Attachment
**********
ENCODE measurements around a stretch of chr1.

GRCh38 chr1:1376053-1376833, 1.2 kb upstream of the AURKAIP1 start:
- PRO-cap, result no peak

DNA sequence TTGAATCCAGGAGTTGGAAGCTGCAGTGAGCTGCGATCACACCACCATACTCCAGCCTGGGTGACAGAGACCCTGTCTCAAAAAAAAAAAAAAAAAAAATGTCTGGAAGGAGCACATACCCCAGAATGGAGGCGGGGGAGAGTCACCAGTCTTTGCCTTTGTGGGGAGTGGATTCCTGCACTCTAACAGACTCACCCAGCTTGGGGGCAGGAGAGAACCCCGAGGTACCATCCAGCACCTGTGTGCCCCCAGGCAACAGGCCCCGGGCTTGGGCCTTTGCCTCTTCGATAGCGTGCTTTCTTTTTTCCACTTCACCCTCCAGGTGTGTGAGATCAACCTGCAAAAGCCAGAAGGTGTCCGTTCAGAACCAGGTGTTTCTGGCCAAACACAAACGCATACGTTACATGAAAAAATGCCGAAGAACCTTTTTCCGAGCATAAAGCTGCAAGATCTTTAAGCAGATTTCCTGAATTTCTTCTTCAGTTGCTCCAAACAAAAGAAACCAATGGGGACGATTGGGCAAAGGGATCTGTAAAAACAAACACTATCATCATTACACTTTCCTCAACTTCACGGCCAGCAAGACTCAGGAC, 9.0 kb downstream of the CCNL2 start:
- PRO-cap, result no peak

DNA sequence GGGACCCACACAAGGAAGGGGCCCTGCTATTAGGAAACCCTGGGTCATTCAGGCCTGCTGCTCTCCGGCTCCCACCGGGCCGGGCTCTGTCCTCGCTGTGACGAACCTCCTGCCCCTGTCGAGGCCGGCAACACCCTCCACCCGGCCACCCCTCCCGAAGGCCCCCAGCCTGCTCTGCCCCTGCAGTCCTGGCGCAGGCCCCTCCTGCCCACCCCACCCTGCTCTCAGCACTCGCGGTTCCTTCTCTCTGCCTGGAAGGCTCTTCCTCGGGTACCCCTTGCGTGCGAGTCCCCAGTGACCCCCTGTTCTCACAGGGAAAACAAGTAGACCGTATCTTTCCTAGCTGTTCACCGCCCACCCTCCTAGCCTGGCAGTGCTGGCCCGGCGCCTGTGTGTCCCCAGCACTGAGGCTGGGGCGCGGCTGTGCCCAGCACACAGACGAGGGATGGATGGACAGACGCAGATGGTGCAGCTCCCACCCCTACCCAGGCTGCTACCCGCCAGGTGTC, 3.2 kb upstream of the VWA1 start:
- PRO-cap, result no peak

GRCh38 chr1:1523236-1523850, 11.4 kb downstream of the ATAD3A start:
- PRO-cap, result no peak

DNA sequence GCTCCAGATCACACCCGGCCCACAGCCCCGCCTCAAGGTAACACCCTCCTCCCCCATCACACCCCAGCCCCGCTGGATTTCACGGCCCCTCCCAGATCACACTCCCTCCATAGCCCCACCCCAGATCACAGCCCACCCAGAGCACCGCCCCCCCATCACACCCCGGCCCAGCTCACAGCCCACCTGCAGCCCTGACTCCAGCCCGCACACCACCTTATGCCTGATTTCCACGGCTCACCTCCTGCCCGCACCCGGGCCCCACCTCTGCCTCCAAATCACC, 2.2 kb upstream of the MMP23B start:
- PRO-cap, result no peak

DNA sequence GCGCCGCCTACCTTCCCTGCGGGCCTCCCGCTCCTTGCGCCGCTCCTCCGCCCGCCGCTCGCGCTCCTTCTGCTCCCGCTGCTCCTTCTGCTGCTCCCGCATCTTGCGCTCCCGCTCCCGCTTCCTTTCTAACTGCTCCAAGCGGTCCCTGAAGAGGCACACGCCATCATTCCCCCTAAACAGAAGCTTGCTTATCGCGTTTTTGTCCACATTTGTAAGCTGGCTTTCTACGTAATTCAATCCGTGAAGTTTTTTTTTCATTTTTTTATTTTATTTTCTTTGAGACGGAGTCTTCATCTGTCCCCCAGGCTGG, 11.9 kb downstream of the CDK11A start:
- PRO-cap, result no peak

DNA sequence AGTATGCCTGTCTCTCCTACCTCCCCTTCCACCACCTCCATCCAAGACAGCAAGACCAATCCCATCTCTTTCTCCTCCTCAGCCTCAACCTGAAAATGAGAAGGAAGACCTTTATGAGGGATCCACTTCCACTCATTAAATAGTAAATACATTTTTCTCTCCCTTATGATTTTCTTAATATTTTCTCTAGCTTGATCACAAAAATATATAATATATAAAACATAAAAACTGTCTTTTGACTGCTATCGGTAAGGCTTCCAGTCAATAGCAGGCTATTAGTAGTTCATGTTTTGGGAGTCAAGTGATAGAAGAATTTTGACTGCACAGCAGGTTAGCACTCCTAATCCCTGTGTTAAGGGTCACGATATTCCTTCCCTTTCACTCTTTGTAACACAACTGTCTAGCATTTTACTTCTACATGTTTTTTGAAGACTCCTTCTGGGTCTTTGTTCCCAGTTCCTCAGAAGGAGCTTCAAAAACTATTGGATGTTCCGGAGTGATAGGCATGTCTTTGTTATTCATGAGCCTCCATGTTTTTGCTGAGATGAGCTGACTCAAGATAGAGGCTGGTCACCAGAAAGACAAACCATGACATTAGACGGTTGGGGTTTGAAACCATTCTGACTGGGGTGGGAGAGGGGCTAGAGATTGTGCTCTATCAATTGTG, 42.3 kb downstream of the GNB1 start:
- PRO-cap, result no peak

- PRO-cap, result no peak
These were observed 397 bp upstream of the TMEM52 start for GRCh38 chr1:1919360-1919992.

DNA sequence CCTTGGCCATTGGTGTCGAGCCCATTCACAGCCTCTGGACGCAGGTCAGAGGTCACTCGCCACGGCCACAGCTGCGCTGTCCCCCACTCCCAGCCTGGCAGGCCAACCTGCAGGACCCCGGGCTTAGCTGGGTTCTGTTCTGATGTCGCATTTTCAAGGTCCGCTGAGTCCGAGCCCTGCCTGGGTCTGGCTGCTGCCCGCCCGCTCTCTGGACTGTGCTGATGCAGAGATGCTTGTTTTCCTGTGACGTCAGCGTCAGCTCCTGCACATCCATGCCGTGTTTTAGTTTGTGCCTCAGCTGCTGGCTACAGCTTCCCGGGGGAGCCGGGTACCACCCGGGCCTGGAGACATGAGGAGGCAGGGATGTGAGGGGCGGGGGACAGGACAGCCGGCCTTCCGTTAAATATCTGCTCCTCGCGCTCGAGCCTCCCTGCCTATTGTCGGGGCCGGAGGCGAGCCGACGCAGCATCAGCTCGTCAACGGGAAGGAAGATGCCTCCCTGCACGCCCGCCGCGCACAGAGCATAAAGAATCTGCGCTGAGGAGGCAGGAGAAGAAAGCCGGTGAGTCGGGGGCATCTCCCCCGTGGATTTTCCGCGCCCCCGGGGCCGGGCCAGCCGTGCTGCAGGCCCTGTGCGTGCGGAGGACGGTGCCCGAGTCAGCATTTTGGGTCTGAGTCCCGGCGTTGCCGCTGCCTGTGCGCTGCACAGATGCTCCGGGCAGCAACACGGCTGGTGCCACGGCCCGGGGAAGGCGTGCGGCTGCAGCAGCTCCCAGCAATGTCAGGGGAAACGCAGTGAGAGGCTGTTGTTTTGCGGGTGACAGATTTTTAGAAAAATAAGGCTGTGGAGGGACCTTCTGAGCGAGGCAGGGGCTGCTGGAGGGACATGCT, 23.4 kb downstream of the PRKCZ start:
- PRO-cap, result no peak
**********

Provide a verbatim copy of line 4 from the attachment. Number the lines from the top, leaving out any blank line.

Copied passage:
DNA sequence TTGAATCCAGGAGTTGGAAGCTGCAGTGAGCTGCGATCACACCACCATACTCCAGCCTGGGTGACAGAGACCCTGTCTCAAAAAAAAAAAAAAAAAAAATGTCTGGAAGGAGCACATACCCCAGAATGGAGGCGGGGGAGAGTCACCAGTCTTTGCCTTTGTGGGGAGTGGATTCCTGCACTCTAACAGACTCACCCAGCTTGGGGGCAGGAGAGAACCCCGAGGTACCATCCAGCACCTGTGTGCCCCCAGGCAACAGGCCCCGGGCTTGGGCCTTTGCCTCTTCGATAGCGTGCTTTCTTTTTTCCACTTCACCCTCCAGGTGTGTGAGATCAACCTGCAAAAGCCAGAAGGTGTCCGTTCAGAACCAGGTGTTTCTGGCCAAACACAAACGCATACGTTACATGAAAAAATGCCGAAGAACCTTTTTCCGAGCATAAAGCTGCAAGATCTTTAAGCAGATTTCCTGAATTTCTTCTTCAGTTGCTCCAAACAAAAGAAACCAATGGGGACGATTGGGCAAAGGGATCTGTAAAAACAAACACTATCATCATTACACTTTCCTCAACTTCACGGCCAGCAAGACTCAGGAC, 9.0 kb downstream of the CCNL2 start: